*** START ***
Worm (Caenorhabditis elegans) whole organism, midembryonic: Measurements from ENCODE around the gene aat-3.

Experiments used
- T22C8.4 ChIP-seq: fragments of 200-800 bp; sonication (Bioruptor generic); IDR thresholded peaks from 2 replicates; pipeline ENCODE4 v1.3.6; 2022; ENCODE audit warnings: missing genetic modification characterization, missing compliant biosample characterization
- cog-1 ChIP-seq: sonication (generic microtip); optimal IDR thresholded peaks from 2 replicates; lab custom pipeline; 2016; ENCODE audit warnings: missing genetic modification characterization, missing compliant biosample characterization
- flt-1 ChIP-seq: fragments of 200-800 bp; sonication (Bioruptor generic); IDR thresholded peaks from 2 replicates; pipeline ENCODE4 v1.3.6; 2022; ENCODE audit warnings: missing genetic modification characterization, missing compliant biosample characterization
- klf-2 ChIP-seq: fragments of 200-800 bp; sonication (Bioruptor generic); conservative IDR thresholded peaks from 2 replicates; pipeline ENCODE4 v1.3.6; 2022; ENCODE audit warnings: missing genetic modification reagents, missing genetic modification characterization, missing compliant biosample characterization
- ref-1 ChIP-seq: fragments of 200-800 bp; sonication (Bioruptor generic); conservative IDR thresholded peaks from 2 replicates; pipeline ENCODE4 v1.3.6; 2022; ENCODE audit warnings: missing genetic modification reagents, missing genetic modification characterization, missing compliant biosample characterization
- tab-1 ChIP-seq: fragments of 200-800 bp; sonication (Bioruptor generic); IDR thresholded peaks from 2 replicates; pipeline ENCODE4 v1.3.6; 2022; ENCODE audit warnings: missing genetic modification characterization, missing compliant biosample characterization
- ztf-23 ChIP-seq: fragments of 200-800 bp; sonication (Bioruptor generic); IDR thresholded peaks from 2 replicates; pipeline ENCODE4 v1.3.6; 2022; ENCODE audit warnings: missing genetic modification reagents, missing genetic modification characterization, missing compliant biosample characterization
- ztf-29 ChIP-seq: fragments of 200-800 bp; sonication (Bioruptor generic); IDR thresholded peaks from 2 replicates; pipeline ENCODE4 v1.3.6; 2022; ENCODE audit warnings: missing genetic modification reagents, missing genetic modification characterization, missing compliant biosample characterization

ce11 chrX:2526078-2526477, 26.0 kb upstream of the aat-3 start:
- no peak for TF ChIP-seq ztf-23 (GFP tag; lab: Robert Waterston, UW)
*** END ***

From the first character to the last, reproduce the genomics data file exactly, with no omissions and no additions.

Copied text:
Worm (Caenorhabditis elegans) whole organism, midembryonic: Measurements from ENCODE around the gene aat-3.

Experiments used
- T22C8.4 ChIP-seq: fragments of 200-800 bp; sonication (Bioruptor generic); IDR thresholded peaks from 2 replicates; pipeline ENCODE4 v1.3.6; 2022; ENCODE audit warnings: missing genetic modification characterization, missing compliant biosample characterization
- cog-1 ChIP-seq: sonication (generic microtip); optimal IDR thresholded peaks from 2 replicates; lab custom pipeline; 2016; ENCODE audit warnings: missing genetic modification characterization, missing compliant biosample characterization
- flt-1 ChIP-seq: fragments of 200-800 bp; sonication (Bioruptor generic); IDR thresholded peaks from 2 replicates; pipeline ENCODE4 v1.3.6; 2022; ENCODE audit warnings: missing genetic modification characterization, missing compliant biosample characterization
- klf-2 ChIP-seq: fragments of 200-800 bp; sonication (Bioruptor generic); conservative IDR thresholded peaks from 2 replicates; pipeline ENCODE4 v1.3.6; 2022; ENCODE audit warnings: missing genetic modification reagents, missing genetic modification characterization, missing compliant biosample characterization
- ref-1 ChIP-seq: fragments of 200-800 bp; sonication (Bioruptor generic); conservative IDR thresholded peaks from 2 replicates; pipeline ENCODE4 v1.3.6; 2022; ENCODE audit warnings: missing genetic modification reagents, missing genetic modification characterization, missing compliant biosample characterization
- tab-1 ChIP-seq: fragments of 200-800 bp; sonication (Bioruptor generic); IDR thresholded peaks from 2 replicates; pipeline ENCODE4 v1.3.6; 2022; ENCODE audit warnings: missing genetic modification characterization, missing compliant biosample characterization
- ztf-23 ChIP-seq: fragments of 200-800 bp; sonication (Bioruptor generic); IDR thresholded peaks from 2 replicates; pipeline ENCODE4 v1.3.6; 2022; ENCODE audit warnings: missing genetic modification reagents, missing genetic modification characterization, missing compliant biosample characterization
- ztf-29 ChIP-seq: fragments of 200-800 bp; sonication (Bioruptor generic); IDR thresholded peaks from 2 replicates; pipeline ENCODE4 v1.3.6; 2022; ENCODE audit warnings: missing genetic modification reagents, missing genetic modification characterization, missing compliant biosample characterization

ce11 chrX:2526078-2526477, 26.0 kb upstream of the aat-3 start:
- no peak for TF ChIP-seq ztf-23 (GFP tag; lab: Robert Waterston, UW)